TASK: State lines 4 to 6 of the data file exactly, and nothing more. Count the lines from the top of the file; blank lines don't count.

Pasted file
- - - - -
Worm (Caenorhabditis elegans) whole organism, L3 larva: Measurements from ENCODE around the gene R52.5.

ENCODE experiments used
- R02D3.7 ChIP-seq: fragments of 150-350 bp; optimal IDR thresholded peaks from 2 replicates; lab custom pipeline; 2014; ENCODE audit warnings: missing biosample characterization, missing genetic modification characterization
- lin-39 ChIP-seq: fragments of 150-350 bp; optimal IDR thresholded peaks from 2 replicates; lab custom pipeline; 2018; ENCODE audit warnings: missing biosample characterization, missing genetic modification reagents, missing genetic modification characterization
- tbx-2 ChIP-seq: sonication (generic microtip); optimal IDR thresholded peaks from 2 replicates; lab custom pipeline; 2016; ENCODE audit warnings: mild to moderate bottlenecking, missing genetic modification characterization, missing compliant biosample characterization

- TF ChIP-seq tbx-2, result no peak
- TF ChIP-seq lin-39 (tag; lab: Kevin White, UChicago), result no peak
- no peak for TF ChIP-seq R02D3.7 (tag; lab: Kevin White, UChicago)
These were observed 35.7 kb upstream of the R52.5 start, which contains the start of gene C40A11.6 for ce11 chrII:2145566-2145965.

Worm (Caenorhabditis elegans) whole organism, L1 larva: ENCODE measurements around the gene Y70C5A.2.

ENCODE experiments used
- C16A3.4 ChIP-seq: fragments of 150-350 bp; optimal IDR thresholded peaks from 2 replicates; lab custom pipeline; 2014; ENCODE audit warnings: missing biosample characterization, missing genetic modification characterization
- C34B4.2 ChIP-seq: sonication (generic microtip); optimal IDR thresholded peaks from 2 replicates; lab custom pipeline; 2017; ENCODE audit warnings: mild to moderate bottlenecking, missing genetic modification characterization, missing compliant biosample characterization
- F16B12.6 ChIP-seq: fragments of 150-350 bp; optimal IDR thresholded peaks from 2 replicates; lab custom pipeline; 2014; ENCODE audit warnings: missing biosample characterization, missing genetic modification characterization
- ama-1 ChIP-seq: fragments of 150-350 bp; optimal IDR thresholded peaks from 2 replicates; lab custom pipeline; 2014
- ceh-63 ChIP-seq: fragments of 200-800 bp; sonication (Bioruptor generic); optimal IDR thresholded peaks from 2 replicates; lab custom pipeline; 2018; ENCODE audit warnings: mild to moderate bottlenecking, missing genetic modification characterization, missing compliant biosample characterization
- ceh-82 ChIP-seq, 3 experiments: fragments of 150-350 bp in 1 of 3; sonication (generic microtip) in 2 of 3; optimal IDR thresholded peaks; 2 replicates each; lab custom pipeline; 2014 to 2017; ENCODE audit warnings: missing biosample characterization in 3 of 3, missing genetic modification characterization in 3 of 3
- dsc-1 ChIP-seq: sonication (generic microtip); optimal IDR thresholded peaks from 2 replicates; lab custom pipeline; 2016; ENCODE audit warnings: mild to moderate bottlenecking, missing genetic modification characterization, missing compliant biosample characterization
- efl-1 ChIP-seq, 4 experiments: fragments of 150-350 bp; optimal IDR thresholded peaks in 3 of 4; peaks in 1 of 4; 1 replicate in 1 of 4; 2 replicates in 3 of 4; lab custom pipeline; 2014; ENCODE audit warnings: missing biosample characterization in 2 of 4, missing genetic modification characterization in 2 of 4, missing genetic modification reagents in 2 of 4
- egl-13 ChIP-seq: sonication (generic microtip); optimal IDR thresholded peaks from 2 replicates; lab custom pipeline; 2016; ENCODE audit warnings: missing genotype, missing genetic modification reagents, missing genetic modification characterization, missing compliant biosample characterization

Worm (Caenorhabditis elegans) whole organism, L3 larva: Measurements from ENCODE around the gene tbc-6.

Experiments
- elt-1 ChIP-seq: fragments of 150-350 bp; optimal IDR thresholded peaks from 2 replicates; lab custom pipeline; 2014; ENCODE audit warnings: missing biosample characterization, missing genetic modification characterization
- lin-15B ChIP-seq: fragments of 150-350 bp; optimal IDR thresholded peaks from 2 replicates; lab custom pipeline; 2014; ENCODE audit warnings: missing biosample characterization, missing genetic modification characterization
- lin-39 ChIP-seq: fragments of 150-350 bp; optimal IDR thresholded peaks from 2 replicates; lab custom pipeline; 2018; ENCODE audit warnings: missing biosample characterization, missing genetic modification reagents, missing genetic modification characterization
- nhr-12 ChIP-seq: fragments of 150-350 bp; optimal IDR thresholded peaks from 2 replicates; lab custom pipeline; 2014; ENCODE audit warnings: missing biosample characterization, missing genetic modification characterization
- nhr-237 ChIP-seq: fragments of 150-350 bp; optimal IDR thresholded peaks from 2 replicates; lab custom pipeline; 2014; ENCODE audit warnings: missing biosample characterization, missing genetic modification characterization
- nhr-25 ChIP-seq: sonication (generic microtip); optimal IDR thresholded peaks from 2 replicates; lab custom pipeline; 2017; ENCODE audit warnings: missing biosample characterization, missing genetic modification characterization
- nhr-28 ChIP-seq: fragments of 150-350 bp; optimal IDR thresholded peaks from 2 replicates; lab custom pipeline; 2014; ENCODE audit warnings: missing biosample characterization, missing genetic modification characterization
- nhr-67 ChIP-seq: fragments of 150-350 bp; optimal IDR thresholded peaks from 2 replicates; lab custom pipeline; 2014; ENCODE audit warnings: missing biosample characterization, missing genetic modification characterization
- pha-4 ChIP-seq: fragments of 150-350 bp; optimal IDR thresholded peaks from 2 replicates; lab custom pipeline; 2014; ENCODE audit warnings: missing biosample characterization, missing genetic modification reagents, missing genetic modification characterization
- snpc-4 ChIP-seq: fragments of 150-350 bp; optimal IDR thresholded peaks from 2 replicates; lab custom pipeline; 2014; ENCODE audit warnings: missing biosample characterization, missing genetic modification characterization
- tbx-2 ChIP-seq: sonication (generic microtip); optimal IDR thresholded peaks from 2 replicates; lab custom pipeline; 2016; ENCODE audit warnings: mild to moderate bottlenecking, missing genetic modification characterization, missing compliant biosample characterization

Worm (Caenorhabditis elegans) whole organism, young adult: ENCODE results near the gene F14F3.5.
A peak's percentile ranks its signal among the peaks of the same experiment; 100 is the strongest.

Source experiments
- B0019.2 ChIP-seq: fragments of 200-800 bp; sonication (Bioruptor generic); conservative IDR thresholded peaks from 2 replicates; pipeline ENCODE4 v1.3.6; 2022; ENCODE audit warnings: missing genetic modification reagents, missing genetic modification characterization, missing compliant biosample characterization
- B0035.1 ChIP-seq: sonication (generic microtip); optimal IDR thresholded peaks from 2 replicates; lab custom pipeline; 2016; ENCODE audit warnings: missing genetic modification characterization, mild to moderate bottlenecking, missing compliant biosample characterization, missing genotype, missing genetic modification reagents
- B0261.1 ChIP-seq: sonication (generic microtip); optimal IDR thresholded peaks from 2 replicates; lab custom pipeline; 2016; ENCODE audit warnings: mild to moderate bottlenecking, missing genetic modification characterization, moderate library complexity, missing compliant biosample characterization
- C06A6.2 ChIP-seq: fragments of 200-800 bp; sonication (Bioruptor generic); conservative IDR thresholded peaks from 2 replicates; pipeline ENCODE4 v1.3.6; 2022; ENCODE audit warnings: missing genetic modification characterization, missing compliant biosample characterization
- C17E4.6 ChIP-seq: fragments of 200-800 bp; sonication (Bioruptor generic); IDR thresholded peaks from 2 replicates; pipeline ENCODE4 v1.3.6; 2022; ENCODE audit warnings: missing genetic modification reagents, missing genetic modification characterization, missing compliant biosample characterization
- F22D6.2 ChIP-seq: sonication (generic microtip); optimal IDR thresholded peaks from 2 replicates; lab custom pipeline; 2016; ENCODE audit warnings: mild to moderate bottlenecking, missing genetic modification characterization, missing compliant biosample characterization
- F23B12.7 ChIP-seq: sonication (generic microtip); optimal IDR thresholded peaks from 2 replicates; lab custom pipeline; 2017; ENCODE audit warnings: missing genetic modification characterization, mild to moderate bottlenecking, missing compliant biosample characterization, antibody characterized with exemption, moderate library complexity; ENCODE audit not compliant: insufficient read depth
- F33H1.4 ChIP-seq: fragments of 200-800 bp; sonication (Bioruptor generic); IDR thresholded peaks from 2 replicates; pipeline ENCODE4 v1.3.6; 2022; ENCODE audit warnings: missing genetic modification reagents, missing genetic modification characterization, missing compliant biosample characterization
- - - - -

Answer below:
- lin-39 ChIP-seq: fragments of 150-350 bp; optimal IDR thresholded peaks from 2 replicates; lab custom pipeline; 2018; ENCODE audit warnings: missing biosample characterization, missing genetic modification reagents, missing genetic modification characterization
- tbx-2 ChIP-seq: sonication (generic microtip); optimal IDR thresholded peaks from 2 replicates; lab custom pipeline; 2016; ENCODE audit warnings: mild to moderate bottlenecking, missing genetic modification characterization, missing compliant biosample characterization

- TF ChIP-seq tbx-2, result no peak